Saturday, May 24, 2008

Appelsap means I'm sorry

Everywhere I live, I make it a point of trying to learn something of cultural pertinence. In India, I took Hindi classes, learned about history and culture, took yoga from an incredibly limber 80 year-old woman, and shadowed devout Hindu worshippers in their temple visits. In Turkey, I studied Turkish, sipped my way to familiarity with Turkish wine under the guidance of an unofficial sommelier, and concocted seven course feasts in a Turkish cooking class.

When I moved to Curacao, I thought I should learn Dutch. Then, I found that all I truly needed was rudimentary “menu Dutch.” (After all, one does need to eat!) All of the Dutch speakers I met in Curacao readily spoke English and, I will guiltily confess, the sound of Dutch held no allure for me. So I dropped that idea. Then I was constantly told or invited to take diving lessons. While this would have been an incredible way to explore the island environment, I simply couldn’t bring myself to cultivate such an expensive hobby. After a year of living in Curacao, I finally came to a decision. To compliment the island’s Latin flair, I needed to take salsa lessons. It took me another eight months to finally enroll.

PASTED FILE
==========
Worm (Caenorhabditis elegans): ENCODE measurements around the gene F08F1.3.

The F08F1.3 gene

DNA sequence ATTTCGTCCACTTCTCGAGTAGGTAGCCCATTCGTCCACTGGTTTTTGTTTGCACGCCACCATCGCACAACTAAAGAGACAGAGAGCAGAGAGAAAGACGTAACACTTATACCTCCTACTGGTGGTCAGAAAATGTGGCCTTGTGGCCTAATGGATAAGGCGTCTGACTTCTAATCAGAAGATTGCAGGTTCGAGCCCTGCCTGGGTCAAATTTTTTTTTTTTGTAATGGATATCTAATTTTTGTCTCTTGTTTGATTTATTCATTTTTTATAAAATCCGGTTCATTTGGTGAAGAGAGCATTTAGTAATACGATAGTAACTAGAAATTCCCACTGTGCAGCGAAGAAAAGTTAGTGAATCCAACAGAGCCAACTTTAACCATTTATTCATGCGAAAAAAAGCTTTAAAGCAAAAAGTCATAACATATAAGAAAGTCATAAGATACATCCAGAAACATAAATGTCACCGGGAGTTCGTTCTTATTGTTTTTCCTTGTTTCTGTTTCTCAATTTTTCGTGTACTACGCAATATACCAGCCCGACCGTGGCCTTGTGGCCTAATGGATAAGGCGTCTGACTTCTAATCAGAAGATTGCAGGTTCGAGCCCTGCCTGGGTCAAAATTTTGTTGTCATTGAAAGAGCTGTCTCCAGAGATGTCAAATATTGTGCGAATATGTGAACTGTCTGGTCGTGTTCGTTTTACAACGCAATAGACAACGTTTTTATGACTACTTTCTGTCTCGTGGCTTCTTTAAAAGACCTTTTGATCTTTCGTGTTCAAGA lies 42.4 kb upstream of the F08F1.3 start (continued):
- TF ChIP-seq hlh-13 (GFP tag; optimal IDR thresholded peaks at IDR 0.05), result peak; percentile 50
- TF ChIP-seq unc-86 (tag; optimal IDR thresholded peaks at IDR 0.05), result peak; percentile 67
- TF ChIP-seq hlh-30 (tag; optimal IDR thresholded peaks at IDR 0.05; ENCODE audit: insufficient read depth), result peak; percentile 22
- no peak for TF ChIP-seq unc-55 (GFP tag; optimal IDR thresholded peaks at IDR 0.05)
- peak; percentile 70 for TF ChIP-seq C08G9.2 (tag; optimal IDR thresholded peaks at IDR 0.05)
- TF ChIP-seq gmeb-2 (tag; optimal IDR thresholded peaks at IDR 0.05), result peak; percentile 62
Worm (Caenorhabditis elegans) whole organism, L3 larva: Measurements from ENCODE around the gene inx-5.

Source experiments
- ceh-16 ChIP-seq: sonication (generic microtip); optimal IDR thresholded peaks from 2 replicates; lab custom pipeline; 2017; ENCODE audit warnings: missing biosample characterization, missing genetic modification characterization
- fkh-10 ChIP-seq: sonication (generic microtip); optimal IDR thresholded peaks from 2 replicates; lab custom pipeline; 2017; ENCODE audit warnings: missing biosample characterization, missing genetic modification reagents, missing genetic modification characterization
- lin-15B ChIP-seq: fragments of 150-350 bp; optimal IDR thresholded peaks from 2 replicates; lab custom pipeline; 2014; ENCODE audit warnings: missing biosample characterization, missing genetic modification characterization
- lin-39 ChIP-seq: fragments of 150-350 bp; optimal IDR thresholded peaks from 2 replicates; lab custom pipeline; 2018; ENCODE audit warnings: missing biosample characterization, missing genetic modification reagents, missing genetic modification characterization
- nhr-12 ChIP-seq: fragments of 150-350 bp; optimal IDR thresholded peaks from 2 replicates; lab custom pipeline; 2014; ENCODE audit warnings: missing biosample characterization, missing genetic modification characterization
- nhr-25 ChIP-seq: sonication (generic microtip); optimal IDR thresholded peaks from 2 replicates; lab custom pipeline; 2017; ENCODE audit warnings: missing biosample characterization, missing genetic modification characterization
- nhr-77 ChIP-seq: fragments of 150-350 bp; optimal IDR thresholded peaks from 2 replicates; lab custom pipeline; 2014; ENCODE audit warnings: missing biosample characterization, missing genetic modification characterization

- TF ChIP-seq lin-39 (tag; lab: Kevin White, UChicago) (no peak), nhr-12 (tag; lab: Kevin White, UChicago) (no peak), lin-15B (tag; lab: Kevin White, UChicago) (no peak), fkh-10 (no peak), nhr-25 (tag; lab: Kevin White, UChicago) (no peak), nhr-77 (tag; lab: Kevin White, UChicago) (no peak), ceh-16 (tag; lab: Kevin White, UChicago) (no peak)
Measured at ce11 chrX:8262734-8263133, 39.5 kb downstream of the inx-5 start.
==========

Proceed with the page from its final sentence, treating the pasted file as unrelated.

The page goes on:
After two lessons, I was told that every time I said “sorry,” I was obliged to bring apple juice for the instructors. It took me two more classes to get out of the habit. After that, I started making odd noises in place of apologies—to the amusement of my teachers. The unspoken implication of the apple juice rule—you are not allowed to make mistakes—was simply impossible. But I was all right with refraining from feeling guilty about mistakes. I was learning, no apologies required.